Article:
When a single mom’s life in America resembles a “Chutes and Ladders” game of juggling ineffective government programs and dodging abusive relationships, her struggle to survive represents societal shame, not personal failure.
Life can change on a dime—or be defined by it. In Netflix’s affecting miniseries Maid, this granular type of cost benefit analysis dominates the consciousness. With little calculations churning on the upper right hand corner, each quarter counts. But missing a dollar? Young mother Alex Langley (Margaret Qualley) masters a momentary worried furrowed brow over money before springing on a smile for her daughter, Maddy (Rylah Nevaeh Whittet)—her tightrope walk must be executed flawlessly, lest she panic her daughter about how dire their stakes truly are.
A story cast across 10 hourlong episodes, Maid honors its source material, Stephanie Land’s New York Times best-selling memoir Maid: Hard Work, Low Pay, and a Mother’s Will to Survive, through Molly Smith Metzler’s keen direction. There’s a cheap way to cover poverty in America that’s all shock value stills and cliches, but Maid goes for the gradual build up, a Tetris-like operation of stacking roadblock after roadblock, sprinkled with generational trauma that implicitly informs characters’ decisions before they even realize it. Disasters are written and wrought from years in the making. For Alex, her freedom from doom requires not only a mastery of explicit survival measures (housing, food, gas, childcare, government programs, safety from abuse, flexible work hours), but also a deep understanding of self.
In unspooling Alex’s own story, Maid makes an exercise of looking back. Alex’s mother, Paula (Angie MacDowell) splashes against our screens in her extravagant bad decision making. With a series of consecutive good-for-nothing boyfriends dating back to Alex’s childhood, codependency, addiction, and denial all make homes in the Langley bloodline. Seeing Alex ensnared with Maddy’s father (Nick Robinson), an abusive alcoholic himself, not far removed from her own father (Billy Burke), Maid takes note of cycles. The ghost of toxicity dances in every character’s backstory, calling cues for future decisions. Doubles also serve to make a motif over the course of the entire series: Alex and Paula, Alex and Maddy, Alex and another woman in the DV center, Alex and the women of whom houses she cleans.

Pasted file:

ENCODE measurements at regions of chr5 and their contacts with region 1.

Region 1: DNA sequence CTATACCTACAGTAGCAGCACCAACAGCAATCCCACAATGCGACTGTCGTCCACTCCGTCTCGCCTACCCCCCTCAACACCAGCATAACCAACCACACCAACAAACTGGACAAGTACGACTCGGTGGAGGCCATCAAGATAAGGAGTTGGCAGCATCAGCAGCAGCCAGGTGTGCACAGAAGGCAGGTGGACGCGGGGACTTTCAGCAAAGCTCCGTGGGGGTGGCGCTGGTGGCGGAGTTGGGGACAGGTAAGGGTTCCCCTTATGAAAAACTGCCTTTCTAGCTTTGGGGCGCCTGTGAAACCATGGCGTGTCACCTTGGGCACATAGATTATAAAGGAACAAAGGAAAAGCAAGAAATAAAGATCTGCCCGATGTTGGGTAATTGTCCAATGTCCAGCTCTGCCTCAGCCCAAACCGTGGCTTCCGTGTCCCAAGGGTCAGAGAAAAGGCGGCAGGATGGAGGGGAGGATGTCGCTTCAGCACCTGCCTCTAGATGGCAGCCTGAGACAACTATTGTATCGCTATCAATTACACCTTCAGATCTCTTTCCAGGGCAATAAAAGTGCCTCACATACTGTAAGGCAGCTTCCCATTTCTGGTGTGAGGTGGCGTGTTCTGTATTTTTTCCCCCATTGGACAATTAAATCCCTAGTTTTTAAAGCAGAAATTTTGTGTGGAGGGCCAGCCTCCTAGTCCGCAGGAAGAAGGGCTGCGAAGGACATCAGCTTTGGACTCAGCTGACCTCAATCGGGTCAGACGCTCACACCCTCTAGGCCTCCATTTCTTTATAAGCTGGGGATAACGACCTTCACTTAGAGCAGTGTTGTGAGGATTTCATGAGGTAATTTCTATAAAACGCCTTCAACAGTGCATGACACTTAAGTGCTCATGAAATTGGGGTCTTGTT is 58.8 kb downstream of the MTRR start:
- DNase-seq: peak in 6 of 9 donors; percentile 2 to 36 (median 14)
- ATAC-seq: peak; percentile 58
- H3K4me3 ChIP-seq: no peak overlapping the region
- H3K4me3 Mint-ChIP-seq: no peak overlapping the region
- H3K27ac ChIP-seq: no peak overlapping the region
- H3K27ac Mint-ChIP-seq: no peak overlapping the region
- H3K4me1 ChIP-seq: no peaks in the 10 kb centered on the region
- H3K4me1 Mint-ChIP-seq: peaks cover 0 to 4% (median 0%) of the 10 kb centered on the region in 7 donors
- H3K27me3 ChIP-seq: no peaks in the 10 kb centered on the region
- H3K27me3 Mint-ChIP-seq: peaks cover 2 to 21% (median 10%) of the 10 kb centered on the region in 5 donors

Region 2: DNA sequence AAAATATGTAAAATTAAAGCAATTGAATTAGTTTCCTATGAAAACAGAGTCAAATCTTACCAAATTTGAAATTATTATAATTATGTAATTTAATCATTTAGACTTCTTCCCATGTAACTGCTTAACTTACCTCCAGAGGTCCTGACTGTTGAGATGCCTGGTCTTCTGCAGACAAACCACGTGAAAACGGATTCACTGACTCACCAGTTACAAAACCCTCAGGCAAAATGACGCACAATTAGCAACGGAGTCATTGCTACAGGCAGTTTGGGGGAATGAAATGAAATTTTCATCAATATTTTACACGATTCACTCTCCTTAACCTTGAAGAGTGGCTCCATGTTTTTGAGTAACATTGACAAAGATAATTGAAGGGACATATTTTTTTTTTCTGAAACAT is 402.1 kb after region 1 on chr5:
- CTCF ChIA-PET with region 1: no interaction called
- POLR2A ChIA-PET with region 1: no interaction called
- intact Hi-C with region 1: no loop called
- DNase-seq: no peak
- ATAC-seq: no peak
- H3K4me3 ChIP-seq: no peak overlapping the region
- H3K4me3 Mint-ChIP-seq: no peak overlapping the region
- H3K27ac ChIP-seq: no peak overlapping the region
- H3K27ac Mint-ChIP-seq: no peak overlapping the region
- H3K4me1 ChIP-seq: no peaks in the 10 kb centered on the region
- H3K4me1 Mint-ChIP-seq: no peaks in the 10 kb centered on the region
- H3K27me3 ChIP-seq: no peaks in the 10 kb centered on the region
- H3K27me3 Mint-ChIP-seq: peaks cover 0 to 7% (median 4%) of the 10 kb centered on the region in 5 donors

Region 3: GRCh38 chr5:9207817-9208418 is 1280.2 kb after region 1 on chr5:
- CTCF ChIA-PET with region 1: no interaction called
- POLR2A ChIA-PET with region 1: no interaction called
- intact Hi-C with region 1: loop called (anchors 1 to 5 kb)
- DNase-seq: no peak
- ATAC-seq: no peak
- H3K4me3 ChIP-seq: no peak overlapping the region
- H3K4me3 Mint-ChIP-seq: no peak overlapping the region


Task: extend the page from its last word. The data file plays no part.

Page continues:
There’s tremendous grit demonstrated throughout Alex’s entire arc. But Maid troubles the waters of American bootstrapping narratives, emphasizing time and time again how one individual’s survival depends upon a network of support. Beyond just rapport, Maid calls for honest clarity on the state of living in this country while poor—a game of stringing together impossible victories until your body breaks or you catch a lucky break. This fragility permeates the show in the same way as the Lenny Abrahamson-style natural light: painfully beautiful. But like the show itself, this light only illuminates Alex safely when she’s ensconced in the homes of the wealthy. Visibility and beauty comes with a price. With Alex’s face constantly crunching the calculus of survival, Maid never lets the audience forget it. At that point, the ugly mess of poverty becomes the viewer’s responsibility to witness—and a group imperative to scrub such a blot from the American narrative.
Maid premieres Friday, October 1st on Netflix.
Katherine Smith is Virginia-based freelance writer and contributor to Paste Magazine. For her musings on popular culture, politics, and beyond, find her on Twitter @k_marie_smith
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